Becoming Modern Elders: From Midlife ‘Crisis’ to ‘Chrysalis’


Episode 245

Chip Conley

In this episode of The Psychedelic Podcast, host Paul F. Austin welcomes Chip Conley, founder of the Modern Elder Academy, to discuss reframing aging and building regenerative communities.

Chip delves into the importance of aging with gratitude in this conversation and shares his journey of creating a midlife wisdom school. Chip also highlights the value of intergenerational collaboration and its impact during his time at Airbnb. He explores how indigenous wisdom influences the academy's approach and discusses how psychedelics can aid in navigating midlife transitions. Finally, Chip shares his vision for regenerative communities, and shares lessons on the ego and the soul that he gleaned from building a boutique hotel chain.

Podcast Highlights

  • The Origin story of the Modern Elder Academy
  • Chip’s role at Airbnb and the value of intergenerational collaboration
  • The Modern Elder Academy: Reframing Aging, Navigating Transitions, Cultivating Purpose, and Owning
  • Wisdom
  • How indigenous wisdom informs MEA’s approach
  • Generativity & the importance of age diversity
  • From 'can-do-it' hero to 'conduit' coach
  • Burning Man, regeneration, and how psychedelics can help with midlif
  • Building regenerative communities
  • Lessons from building a boutique hotel chain

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Podcast Transcript

0:00:00.0 Paul F. Austin: Hey folks, welcome back to the Psychedelic Podcast by Third Wave, where we explore how psychedelics can be integrated into culture for the evolution of humanity. This is your host, Paul F. Austin, and today I'm speaking with Chip Conley, visionary founder of the Modern Elder Academy.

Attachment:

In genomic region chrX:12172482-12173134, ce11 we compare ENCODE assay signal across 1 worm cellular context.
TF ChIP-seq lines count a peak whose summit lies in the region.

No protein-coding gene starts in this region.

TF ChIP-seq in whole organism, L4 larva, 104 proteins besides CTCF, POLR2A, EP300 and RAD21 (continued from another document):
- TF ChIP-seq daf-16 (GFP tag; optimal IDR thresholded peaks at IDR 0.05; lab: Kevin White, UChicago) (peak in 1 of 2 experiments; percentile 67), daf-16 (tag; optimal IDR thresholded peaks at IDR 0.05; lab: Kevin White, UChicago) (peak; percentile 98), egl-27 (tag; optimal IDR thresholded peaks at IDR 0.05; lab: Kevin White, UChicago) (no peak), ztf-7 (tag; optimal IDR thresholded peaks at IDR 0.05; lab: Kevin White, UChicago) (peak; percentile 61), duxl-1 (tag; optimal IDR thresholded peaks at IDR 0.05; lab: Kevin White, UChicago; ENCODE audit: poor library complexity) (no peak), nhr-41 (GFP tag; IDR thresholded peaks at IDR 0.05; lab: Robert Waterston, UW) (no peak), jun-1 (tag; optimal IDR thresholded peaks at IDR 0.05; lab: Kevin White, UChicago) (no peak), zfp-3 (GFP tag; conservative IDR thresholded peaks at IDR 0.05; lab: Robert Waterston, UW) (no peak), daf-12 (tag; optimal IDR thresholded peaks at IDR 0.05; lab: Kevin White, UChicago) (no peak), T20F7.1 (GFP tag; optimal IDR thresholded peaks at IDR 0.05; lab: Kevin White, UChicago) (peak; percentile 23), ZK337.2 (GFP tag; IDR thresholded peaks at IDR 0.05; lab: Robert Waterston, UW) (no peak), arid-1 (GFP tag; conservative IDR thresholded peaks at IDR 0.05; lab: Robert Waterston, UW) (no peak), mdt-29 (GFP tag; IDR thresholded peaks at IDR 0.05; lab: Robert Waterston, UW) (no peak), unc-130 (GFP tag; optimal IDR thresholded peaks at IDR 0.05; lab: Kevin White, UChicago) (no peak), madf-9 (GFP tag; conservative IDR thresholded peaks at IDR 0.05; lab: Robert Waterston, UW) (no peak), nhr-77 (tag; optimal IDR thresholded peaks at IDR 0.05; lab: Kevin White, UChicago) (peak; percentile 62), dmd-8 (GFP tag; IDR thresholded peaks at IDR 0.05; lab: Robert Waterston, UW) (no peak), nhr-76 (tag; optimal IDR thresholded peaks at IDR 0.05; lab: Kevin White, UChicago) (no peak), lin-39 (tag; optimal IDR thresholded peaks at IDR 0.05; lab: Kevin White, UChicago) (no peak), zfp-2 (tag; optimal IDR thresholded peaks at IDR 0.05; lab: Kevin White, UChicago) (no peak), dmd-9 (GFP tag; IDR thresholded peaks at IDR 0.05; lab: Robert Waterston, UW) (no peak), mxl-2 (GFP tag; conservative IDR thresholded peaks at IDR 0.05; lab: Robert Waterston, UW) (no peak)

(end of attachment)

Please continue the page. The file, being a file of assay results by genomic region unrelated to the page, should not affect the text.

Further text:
0:00:17.9 Chip Conley: We do not have rites of passage or rituals or schools or tools for people in midlife. There are really four key things to know about the MEA program. Number one is we help people reframe their relationship with aging. When you shift your mindset on aging from a negative to a positive, you gain seven and a half years of additional life based upon all kinds of social science research. So this is a bigger impact in terms of an intervention helping add longevity than if you stop smoking at 50 or you start exercising at 50. So the umbrella for the whole program is how do we help people feel better about getting older?

0:00:52.9 Paul F. Austin: Welcome to the Psychedelic Podcast by Third Wave, audio mycelium, connecting you to the luminaries and thought leaders of the psychedelic renaissance. We bring you illuminating conversations with scientists, therapists, entrepreneurs, coaches, doctors, and shamanic practitioners, exploring how we can best use psychedelic medicine to accelerate personal healing, peak performance, and collective transformation.